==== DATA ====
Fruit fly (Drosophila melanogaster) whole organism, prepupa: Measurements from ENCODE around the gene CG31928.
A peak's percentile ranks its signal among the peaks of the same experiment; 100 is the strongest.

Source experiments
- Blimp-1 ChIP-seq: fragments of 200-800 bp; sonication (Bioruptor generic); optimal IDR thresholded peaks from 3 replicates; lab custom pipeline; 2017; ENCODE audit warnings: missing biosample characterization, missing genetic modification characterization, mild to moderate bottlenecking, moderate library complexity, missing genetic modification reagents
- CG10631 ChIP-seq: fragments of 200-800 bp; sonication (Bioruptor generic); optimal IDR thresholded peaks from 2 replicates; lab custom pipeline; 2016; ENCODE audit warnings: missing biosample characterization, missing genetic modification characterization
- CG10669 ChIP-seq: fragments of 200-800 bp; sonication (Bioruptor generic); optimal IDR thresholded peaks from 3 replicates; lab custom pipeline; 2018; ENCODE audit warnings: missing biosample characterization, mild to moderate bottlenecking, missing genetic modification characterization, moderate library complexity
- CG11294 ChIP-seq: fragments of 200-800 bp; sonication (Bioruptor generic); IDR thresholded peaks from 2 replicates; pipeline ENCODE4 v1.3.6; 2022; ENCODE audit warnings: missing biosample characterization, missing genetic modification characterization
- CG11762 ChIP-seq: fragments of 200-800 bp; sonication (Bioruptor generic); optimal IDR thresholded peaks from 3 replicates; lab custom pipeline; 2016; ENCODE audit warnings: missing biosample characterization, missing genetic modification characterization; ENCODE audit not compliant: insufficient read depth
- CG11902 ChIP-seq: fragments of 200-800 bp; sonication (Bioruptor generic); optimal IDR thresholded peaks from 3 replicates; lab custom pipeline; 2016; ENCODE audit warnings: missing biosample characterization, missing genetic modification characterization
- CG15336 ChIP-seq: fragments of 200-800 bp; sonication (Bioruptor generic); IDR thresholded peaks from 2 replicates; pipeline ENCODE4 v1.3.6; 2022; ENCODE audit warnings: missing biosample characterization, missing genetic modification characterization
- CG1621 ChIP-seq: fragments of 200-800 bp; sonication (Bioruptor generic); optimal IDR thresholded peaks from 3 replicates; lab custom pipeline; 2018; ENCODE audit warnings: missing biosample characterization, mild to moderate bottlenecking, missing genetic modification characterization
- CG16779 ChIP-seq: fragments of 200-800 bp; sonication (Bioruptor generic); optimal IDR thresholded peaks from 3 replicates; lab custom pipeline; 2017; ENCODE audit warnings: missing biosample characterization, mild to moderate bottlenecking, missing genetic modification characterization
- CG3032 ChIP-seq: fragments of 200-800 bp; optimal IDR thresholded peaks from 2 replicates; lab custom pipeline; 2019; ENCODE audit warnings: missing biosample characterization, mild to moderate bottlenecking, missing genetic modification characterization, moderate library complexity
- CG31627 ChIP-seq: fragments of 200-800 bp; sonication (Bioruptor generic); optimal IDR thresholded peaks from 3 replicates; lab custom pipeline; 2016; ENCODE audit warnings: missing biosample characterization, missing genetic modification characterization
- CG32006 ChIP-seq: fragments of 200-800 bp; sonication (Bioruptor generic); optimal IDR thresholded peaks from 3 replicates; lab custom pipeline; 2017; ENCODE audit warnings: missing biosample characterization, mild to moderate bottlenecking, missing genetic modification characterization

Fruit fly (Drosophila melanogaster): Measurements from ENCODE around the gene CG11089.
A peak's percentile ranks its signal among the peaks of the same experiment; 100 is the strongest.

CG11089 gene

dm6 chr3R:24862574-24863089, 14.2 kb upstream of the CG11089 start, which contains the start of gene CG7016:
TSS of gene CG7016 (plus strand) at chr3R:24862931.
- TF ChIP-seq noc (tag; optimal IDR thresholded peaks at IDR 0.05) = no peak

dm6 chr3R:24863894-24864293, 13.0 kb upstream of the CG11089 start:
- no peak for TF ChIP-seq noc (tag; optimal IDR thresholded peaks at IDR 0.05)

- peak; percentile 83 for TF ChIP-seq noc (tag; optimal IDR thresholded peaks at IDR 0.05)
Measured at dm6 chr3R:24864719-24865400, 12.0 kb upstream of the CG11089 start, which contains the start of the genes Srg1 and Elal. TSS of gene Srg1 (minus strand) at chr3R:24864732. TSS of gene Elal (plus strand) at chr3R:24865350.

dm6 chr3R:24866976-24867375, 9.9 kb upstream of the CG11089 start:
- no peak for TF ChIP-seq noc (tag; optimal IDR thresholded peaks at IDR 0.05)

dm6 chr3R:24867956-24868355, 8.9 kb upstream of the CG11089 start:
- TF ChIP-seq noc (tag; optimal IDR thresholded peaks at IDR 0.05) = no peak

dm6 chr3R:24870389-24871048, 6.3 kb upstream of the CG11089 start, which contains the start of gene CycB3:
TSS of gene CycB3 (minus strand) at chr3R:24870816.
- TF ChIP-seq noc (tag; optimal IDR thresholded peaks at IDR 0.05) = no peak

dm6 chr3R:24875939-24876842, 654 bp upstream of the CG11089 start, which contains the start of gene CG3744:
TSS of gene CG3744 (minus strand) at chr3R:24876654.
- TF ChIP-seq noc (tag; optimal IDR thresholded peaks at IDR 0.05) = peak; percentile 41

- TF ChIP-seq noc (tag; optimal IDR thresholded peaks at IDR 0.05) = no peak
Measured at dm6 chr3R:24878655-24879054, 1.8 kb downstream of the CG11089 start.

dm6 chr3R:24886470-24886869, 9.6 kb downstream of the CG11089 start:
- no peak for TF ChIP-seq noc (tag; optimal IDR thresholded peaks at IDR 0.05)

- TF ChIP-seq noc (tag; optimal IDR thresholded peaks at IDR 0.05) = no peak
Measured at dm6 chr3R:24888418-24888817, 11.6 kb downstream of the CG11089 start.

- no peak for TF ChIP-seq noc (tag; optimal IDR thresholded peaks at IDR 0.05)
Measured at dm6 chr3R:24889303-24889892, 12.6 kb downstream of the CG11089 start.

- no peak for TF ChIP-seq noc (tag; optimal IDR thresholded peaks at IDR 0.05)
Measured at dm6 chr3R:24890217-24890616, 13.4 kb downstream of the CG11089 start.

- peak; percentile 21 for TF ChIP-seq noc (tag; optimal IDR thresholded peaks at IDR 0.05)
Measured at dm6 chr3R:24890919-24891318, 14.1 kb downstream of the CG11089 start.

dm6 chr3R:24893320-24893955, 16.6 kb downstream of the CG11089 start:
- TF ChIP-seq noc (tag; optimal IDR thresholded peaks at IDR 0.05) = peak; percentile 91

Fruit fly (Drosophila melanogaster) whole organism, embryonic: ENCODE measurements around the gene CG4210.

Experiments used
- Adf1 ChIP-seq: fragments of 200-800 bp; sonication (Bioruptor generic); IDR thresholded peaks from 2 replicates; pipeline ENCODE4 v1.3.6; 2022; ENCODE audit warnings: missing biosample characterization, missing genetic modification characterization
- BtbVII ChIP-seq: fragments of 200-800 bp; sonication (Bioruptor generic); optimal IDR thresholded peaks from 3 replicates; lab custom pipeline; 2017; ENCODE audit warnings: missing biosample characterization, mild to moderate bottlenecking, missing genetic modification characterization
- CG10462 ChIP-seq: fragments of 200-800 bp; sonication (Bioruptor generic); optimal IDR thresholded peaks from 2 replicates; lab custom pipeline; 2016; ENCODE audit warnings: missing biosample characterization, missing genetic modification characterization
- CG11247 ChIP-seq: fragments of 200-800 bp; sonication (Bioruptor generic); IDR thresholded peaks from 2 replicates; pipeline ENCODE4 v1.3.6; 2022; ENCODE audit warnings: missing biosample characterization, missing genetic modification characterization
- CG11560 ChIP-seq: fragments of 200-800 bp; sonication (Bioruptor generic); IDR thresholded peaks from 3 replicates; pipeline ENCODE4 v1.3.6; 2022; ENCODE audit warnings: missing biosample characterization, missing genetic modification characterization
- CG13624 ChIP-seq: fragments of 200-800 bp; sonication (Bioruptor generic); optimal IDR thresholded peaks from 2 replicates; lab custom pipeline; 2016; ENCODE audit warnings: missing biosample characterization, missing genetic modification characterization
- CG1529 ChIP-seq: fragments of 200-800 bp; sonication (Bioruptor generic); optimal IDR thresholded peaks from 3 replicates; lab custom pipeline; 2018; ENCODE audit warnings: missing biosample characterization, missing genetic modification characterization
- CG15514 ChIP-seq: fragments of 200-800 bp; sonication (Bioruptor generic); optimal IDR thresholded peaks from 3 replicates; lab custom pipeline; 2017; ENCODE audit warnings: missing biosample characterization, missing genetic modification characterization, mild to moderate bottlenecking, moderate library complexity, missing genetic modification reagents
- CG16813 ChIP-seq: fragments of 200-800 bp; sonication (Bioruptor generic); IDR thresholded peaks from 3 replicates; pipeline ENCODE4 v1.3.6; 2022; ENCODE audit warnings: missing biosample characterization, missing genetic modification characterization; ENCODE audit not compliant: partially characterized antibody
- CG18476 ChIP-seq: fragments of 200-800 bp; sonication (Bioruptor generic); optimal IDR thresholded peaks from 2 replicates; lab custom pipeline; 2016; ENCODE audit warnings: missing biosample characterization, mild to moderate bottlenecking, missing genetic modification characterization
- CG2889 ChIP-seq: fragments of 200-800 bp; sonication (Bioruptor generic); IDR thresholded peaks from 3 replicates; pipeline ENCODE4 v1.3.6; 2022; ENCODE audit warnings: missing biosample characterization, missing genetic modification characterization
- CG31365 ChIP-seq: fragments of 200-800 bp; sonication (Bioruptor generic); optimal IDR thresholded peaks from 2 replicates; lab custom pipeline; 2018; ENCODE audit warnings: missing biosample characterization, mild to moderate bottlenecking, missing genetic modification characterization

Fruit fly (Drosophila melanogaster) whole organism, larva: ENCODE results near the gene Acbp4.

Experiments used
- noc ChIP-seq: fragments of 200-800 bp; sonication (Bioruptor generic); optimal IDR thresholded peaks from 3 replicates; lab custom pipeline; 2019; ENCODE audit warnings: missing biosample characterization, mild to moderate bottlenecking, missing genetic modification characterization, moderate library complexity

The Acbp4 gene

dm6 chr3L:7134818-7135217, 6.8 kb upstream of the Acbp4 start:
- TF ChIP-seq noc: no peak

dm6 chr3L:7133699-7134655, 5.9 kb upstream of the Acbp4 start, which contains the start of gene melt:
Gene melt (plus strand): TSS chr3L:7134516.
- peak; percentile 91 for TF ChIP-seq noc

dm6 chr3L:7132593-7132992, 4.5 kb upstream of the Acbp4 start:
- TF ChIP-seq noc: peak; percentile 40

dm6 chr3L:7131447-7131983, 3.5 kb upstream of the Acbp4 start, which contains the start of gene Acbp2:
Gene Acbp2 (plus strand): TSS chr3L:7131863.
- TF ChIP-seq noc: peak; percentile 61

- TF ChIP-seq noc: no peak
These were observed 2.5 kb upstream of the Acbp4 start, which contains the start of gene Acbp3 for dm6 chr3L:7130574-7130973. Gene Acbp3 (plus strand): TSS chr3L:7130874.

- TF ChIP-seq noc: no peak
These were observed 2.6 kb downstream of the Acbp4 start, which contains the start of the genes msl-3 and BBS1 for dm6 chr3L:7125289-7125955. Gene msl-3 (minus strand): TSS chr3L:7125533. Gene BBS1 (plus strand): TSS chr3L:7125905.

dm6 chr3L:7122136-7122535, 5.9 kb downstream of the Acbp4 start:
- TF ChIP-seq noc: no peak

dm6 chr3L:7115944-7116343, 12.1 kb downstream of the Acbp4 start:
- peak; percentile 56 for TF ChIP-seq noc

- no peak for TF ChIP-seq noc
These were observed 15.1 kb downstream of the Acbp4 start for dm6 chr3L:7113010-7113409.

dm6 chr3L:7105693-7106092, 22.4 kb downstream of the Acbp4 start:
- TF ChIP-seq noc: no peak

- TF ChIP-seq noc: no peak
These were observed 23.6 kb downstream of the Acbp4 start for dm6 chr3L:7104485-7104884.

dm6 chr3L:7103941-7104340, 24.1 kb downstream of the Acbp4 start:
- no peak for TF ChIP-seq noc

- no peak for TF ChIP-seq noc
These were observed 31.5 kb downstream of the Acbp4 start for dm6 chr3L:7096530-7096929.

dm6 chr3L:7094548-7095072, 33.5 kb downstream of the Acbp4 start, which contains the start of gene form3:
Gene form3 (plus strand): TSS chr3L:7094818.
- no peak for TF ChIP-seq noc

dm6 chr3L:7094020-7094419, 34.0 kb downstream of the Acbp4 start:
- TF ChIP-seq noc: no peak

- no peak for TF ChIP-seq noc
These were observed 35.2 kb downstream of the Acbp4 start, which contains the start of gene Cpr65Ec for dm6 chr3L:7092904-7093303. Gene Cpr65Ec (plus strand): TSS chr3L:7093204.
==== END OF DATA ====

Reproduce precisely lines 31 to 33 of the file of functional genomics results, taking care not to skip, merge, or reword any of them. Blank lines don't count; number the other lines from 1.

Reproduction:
TSS of gene CycB3 (minus strand) at chr3R:24870816.
- TF ChIP-seq noc (tag; optimal IDR thresholded peaks at IDR 0.05) = no peak

dm6 chr3R:24875939-24876842, 654 bp upstream of the CG11089 start, which contains the start of gene CG3744: